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famous people from around berkshire -Kenneth Grahame
Kenneth Grahame was born in Edinburgh, the third of four children. His father, James Cunningham Grahame, was a lawyer from an old Scottish family, and mother Bessie (Ingles) Grahame, the daughter of of John Ingles of Hilton, Lasswade. In the early years, he lived with his family in the Western Highlands, near Loch Fyne. Grahame's mother died of scarlet fever when he was five. Due to the alcoholism of his father, who resigned his post as Sheriff-Substitute of Argyllshire and died of drink in Le Havre, Grahame was brought up by elderly relatives. He was sent with his sister to live with their maternal grandmother in the village of Cookham Dene, Berkshire. Her house and its large garden by the River Thames provided the background of The Wind in the Willows.

Grahame had a happy childhood in the lovely English countryside. The children were given freedom to do more or less what they wanted. They were able to explore, had adventures, and through their own experiences, they learned about the world.

In 1899 Grahame married Elspeth Thomson and on 12 May 1900 their only child, Alastair (or 'Mouse') was born. Grahame resigned from the Bank in June 1908, having written little since Dream Days (1899), a collection of stories about childhood. His literary reputation was already strong, but it was the publication in October 1908 of The Wind in the Willows that made him world famous - much to the surprise of many literary critics, who disliked the book.

Grahame would never repeat such success again and henceforth only dabbled in literary affairs. He died on the 6 July 1932 and lies buried in Oxford's Holywell Cemetery, where his headstone reads: 'To the beautiful memory of Kenneth Grahame, husband of Elspeth and father of Alastair, who passed the River on 6 July 1932, leaving childhood and literature through him more blest for all time.'

In 1908, Kenneth Grahame's The Wind in the Willows was published to surprisingly little critical fanfare. But readers championed its cause, and Grahame's novel of a riverbank life soon proved both a commercial-and ultimately critical-success. One hundred years after its first publication, Grahame's book and its memorable characters continue their hold on the public imagination and have taken their place in the canon of children's literature. However, little academic criticism emerged in the wake of the book's initial publication. Only after the appearance of Peter Green's biocritical study did the academy begin to wrestle with Grahame's complex work, though many read it in terms of Grahame's often unhappy personal life. At 40, Grahame married Elspeth Thomson in 1899, but the marriage was not a happy one. They had one child, Alastair, who was born blind in one eye and plagued by health problems throughout his short life. Alastair eventually committed suicide on a railway track while an undergraduate at Oxford University, two days before his 20th birthday.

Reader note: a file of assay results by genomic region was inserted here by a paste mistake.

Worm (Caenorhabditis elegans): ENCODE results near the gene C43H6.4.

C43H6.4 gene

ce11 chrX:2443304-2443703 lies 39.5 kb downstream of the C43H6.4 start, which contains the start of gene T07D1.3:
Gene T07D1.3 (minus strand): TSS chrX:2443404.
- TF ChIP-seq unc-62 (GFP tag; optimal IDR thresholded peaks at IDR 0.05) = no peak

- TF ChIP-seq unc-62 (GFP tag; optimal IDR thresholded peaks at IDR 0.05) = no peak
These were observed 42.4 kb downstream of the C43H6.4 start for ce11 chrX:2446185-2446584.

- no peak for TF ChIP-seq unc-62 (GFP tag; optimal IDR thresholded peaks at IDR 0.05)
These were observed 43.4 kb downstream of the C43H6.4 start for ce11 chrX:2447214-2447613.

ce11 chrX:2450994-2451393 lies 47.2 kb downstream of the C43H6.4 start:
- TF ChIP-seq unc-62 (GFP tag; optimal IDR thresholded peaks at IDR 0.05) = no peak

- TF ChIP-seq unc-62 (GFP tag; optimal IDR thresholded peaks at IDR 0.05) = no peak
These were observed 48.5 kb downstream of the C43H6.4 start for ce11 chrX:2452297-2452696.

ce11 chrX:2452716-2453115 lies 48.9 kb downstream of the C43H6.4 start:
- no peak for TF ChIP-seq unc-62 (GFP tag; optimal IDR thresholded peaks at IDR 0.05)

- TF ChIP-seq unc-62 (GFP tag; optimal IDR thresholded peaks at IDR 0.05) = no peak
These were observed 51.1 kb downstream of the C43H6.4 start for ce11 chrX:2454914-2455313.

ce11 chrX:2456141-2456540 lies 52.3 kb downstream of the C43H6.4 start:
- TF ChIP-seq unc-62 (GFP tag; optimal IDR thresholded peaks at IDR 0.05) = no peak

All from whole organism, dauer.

The essays in Kenneth Grahame's The Wind in the Willows: A Children's Classic at 100 focus on recent discussions of the book in regards to class, gender, and nationality but also examine issues previously not addressed by Grahame criticism, such as the construction of heteronormative masculinity, the appeal of this very English novel to Chinese readers, and the meaning of a text in which animals can be human-like, pets, servants, and even food. This volume also revisits some of the issues that have engaged critics from the start, including the book's dual-strand narrative structure, the function of home, and the psychological connections between Toad and Grahame. Scholars of fantasy and children's literature will find great value in this collection that sheds new light on this enduring classic.

Grahame contributed essays and stories to "The Yellow Book" and W. E. Henley's "National Observer", and his collections "Pagan Papers", "The Golden Age" and "Dream Days" were well received by critics such as Sir Arthur Quiller-Couch ("Q", 1863-1944), who became a close friend. Grahame's stories centred on a fictional family of five children which he had created during his own childhood.